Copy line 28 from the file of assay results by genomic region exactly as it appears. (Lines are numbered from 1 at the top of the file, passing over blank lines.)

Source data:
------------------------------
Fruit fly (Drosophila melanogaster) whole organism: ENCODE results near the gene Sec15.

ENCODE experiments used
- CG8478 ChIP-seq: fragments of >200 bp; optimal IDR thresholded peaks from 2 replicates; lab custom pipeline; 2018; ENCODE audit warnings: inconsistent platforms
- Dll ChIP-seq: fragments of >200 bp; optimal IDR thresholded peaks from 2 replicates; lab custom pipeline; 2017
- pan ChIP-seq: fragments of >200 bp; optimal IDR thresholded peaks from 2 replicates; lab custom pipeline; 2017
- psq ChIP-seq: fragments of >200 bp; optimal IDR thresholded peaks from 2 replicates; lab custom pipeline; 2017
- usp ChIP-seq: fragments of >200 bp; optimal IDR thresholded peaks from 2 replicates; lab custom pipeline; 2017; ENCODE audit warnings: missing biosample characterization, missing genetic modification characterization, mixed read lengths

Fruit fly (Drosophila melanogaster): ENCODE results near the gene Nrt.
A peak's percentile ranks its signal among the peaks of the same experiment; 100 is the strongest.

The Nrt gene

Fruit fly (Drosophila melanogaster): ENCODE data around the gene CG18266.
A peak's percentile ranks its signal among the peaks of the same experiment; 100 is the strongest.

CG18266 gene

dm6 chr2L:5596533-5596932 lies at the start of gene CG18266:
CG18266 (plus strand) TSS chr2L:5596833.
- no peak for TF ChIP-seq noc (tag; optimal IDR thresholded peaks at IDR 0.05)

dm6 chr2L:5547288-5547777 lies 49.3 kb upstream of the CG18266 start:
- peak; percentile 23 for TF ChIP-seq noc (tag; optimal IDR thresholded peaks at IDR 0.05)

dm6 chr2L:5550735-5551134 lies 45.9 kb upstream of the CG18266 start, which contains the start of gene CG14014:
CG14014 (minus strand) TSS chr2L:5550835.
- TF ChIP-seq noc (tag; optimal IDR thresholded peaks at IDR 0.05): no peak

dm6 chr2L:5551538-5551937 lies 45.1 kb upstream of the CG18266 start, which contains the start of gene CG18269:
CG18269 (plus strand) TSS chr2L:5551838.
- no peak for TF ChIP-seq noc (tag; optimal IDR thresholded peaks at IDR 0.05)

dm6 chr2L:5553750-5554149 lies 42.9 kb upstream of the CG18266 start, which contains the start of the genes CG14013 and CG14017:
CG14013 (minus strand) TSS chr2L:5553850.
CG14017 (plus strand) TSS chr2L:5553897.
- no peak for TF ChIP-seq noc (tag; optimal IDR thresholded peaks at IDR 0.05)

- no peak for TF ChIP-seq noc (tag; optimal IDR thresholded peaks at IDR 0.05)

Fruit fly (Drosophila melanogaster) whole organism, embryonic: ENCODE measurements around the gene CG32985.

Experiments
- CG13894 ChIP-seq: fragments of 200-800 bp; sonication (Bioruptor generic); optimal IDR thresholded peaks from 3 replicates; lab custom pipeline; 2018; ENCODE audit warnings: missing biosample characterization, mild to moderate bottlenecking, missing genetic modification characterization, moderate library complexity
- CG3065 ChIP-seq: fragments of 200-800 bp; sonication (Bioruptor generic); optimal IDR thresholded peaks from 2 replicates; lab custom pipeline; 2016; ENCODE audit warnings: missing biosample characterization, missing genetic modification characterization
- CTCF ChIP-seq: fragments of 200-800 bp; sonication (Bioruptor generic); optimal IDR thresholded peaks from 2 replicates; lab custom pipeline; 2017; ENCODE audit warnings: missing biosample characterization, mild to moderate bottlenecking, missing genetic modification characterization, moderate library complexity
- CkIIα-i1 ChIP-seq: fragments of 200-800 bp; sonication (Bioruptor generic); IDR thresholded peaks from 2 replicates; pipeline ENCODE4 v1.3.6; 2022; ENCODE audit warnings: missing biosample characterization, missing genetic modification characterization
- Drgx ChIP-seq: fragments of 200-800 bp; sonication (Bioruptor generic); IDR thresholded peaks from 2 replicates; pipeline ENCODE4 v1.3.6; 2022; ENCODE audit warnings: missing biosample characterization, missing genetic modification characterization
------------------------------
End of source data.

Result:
- no peak for TF ChIP-seq noc (tag; optimal IDR thresholded peaks at IDR 0.05)